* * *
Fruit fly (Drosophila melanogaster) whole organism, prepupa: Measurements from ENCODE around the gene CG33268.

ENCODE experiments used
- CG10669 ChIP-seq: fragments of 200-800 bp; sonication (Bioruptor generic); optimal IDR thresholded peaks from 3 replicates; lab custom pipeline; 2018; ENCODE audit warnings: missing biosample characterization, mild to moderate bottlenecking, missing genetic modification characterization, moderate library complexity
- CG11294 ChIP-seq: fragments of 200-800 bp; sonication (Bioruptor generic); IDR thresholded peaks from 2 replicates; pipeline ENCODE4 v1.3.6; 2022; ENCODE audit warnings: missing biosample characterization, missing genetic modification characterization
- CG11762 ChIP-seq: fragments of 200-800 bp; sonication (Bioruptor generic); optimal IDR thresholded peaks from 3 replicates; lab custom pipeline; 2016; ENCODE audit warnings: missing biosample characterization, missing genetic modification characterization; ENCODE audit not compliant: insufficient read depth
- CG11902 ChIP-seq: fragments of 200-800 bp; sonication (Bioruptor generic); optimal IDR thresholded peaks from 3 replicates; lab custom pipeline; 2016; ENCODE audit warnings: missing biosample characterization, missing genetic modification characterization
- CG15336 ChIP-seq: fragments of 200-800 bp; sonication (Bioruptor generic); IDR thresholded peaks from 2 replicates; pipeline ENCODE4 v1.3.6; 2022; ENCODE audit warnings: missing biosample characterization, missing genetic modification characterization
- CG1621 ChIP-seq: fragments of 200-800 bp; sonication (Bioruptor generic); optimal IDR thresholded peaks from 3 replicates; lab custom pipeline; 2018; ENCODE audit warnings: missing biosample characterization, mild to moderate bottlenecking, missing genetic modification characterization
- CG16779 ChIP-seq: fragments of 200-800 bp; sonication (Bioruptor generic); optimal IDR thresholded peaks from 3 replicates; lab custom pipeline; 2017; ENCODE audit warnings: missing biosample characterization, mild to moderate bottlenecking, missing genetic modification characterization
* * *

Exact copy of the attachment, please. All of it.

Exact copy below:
Fruit fly (Drosophila melanogaster) whole organism, prepupa: Measurements from ENCODE around the gene CG33268.

ENCODE experiments used
- CG10669 ChIP-seq: fragments of 200-800 bp; sonication (Bioruptor generic); optimal IDR thresholded peaks from 3 replicates; lab custom pipeline; 2018; ENCODE audit warnings: missing biosample characterization, mild to moderate bottlenecking, missing genetic modification characterization, moderate library complexity
- CG11294 ChIP-seq: fragments of 200-800 bp; sonication (Bioruptor generic); IDR thresholded peaks from 2 replicates; pipeline ENCODE4 v1.3.6; 2022; ENCODE audit warnings: missing biosample characterization, missing genetic modification characterization
- CG11762 ChIP-seq: fragments of 200-800 bp; sonication (Bioruptor generic); optimal IDR thresholded peaks from 3 replicates; lab custom pipeline; 2016; ENCODE audit warnings: missing biosample characterization, missing genetic modification characterization; ENCODE audit not compliant: insufficient read depth
- CG11902 ChIP-seq: fragments of 200-800 bp; sonication (Bioruptor generic); optimal IDR thresholded peaks from 3 replicates; lab custom pipeline; 2016; ENCODE audit warnings: missing biosample characterization, missing genetic modification characterization
- CG15336 ChIP-seq: fragments of 200-800 bp; sonication (Bioruptor generic); IDR thresholded peaks from 2 replicates; pipeline ENCODE4 v1.3.6; 2022; ENCODE audit warnings: missing biosample characterization, missing genetic modification characterization
- CG1621 ChIP-seq: fragments of 200-800 bp; sonication (Bioruptor generic); optimal IDR thresholded peaks from 3 replicates; lab custom pipeline; 2018; ENCODE audit warnings: missing biosample characterization, mild to moderate bottlenecking, missing genetic modification characterization
- CG16779 ChIP-seq: fragments of 200-800 bp; sonication (Bioruptor generic); optimal IDR thresholded peaks from 3 replicates; lab custom pipeline; 2017; ENCODE audit warnings: missing biosample characterization, mild to moderate bottlenecking, missing genetic modification characterization